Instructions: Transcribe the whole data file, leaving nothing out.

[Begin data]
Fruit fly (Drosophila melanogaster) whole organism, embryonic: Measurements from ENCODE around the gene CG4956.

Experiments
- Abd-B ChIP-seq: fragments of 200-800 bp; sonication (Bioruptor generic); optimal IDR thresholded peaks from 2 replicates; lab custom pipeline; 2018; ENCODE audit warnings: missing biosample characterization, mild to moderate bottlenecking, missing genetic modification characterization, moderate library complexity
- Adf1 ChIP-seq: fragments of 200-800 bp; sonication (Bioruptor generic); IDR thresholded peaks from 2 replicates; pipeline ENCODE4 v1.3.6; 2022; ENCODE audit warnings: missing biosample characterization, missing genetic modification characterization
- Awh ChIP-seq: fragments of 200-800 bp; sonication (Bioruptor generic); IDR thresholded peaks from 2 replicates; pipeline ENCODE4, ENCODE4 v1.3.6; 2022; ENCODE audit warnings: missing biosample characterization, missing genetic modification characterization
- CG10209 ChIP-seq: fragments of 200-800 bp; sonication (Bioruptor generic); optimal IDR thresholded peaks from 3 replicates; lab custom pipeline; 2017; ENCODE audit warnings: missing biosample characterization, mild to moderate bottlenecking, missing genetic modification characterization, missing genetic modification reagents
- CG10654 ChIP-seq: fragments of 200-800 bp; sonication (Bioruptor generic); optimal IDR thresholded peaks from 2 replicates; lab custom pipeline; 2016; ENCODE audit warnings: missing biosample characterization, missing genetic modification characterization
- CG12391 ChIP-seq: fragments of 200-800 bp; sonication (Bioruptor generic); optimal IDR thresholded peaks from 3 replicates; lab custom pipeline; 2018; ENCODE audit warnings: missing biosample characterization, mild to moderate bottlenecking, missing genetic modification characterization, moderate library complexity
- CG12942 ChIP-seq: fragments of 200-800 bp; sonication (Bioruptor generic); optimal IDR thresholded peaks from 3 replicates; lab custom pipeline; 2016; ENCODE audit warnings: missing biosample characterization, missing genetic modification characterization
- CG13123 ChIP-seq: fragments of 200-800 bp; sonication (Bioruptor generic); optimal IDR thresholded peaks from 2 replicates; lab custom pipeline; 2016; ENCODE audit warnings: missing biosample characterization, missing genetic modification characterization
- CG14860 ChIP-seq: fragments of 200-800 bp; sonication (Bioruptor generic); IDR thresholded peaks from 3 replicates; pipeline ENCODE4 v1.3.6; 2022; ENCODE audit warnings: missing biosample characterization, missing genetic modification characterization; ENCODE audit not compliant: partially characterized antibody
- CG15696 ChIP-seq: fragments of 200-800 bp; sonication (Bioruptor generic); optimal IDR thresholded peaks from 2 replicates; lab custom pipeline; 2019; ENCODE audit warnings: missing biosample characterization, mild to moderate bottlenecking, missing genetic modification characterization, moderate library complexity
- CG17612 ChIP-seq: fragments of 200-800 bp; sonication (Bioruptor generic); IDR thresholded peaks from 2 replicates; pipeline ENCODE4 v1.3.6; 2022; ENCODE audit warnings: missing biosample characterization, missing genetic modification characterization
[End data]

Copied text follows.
Fruit fly (Drosophila melanogaster) whole organism, embryonic: Measurements from ENCODE around the gene CG4956.

Experiments
- Abd-B ChIP-seq: fragments of 200-800 bp; sonication (Bioruptor generic); optimal IDR thresholded peaks from 2 replicates; lab custom pipeline; 2018; ENCODE audit warnings: missing biosample characterization, mild to moderate bottlenecking, missing genetic modification characterization, moderate library complexity
- Adf1 ChIP-seq: fragments of 200-800 bp; sonication (Bioruptor generic); IDR thresholded peaks from 2 replicates; pipeline ENCODE4 v1.3.6; 2022; ENCODE audit warnings: missing biosample characterization, missing genetic modification characterization
- Awh ChIP-seq: fragments of 200-800 bp; sonication (Bioruptor generic); IDR thresholded peaks from 2 replicates; pipeline ENCODE4, ENCODE4 v1.3.6; 2022; ENCODE audit warnings: missing biosample characterization, missing genetic modification characterization
- CG10209 ChIP-seq: fragments of 200-800 bp; sonication (Bioruptor generic); optimal IDR thresholded peaks from 3 replicates; lab custom pipeline; 2017; ENCODE audit warnings: missing biosample characterization, mild to moderate bottlenecking, missing genetic modification characterization, missing genetic modification reagents
- CG10654 ChIP-seq: fragments of 200-800 bp; sonication (Bioruptor generic); optimal IDR thresholded peaks from 2 replicates; lab custom pipeline; 2016; ENCODE audit warnings: missing biosample characterization, missing genetic modification characterization
- CG12391 ChIP-seq: fragments of 200-800 bp; sonication (Bioruptor generic); optimal IDR thresholded peaks from 3 replicates; lab custom pipeline; 2018; ENCODE audit warnings: missing biosample characterization, mild to moderate bottlenecking, missing genetic modification characterization, moderate library complexity
- CG12942 ChIP-seq: fragments of 200-800 bp; sonication (Bioruptor generic); optimal IDR thresholded peaks from 3 replicates; lab custom pipeline; 2016; ENCODE audit warnings: missing biosample characterization, missing genetic modification characterization
- CG13123 ChIP-seq: fragments of 200-800 bp; sonication (Bioruptor generic); optimal IDR thresholded peaks from 2 replicates; lab custom pipeline; 2016; ENCODE audit warnings: missing biosample characterization, missing genetic modification characterization
- CG14860 ChIP-seq: fragments of 200-800 bp; sonication (Bioruptor generic); IDR thresholded peaks from 3 replicates; pipeline ENCODE4 v1.3.6; 2022; ENCODE audit warnings: missing biosample characterization, missing genetic modification characterization; ENCODE audit not compliant: partially characterized antibody
- CG15696 ChIP-seq: fragments of 200-800 bp; sonication (Bioruptor generic); optimal IDR thresholded peaks from 2 replicates; lab custom pipeline; 2019; ENCODE audit warnings: missing biosample characterization, mild to moderate bottlenecking, missing genetic modification characterization, moderate library complexity
- CG17612 ChIP-seq: fragments of 200-800 bp; sonication (Bioruptor generic); IDR thresholded peaks from 2 replicates; pipeline ENCODE4 v1.3.6; 2022; ENCODE audit warnings: missing biosample characterization, missing genetic modification characterization